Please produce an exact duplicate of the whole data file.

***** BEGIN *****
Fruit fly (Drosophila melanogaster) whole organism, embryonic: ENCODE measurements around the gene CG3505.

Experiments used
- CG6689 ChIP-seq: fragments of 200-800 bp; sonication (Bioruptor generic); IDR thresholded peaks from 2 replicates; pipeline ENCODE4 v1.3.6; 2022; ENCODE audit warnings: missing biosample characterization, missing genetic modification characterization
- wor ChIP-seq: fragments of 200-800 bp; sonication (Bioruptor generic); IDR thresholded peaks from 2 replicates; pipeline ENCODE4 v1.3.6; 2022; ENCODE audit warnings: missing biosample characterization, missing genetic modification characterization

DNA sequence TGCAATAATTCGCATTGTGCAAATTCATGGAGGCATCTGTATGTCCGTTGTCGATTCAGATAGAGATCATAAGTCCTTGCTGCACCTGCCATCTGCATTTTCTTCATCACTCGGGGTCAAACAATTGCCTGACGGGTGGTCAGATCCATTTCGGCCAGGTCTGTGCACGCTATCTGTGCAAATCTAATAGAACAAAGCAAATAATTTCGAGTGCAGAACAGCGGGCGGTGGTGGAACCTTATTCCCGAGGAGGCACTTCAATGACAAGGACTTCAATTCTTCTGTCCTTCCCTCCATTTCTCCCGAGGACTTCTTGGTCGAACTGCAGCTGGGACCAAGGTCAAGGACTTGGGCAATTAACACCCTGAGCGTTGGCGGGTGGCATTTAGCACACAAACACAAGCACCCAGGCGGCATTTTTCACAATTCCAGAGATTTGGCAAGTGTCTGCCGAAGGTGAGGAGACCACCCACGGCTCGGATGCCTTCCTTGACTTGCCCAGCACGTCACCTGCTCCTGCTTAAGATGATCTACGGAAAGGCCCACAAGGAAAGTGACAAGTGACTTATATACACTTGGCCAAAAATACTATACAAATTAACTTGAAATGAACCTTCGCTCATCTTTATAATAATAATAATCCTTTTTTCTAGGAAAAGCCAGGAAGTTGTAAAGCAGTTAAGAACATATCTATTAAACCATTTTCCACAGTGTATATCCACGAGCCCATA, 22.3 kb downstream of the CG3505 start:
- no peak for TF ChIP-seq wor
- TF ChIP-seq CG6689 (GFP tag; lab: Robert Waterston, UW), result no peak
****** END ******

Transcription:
Fruit fly (Drosophila melanogaster) whole organism, embryonic: ENCODE measurements around the gene CG3505.

Experiments used
- CG6689 ChIP-seq: fragments of 200-800 bp; sonication (Bioruptor generic); IDR thresholded peaks from 2 replicates; pipeline ENCODE4 v1.3.6; 2022; ENCODE audit warnings: missing biosample characterization, missing genetic modification characterization
- wor ChIP-seq: fragments of 200-800 bp; sonication (Bioruptor generic); IDR thresholded peaks from 2 replicates; pipeline ENCODE4 v1.3.6; 2022; ENCODE audit warnings: missing biosample characterization, missing genetic modification characterization

DNA sequence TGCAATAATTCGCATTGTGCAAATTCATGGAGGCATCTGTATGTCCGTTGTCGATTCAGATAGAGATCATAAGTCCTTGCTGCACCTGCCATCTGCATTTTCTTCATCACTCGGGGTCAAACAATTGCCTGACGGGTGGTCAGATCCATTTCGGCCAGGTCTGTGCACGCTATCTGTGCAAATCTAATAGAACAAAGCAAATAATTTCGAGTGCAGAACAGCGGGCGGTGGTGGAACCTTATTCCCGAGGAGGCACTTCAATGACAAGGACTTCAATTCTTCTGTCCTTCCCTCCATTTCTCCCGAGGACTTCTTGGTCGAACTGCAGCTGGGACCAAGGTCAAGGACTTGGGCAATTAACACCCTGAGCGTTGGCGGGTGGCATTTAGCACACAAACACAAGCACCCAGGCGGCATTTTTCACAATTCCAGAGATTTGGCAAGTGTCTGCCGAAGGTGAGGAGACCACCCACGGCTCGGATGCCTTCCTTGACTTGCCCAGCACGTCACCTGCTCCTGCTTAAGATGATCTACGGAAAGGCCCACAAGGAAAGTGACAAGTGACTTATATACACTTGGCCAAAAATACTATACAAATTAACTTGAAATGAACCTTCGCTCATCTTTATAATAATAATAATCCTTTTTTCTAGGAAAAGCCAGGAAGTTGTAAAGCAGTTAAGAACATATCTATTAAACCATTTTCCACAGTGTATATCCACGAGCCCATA, 22.3 kb downstream of the CG3505 start:
- no peak for TF ChIP-seq wor
- TF ChIP-seq CG6689 (GFP tag; lab: Robert Waterston, UW), result no peak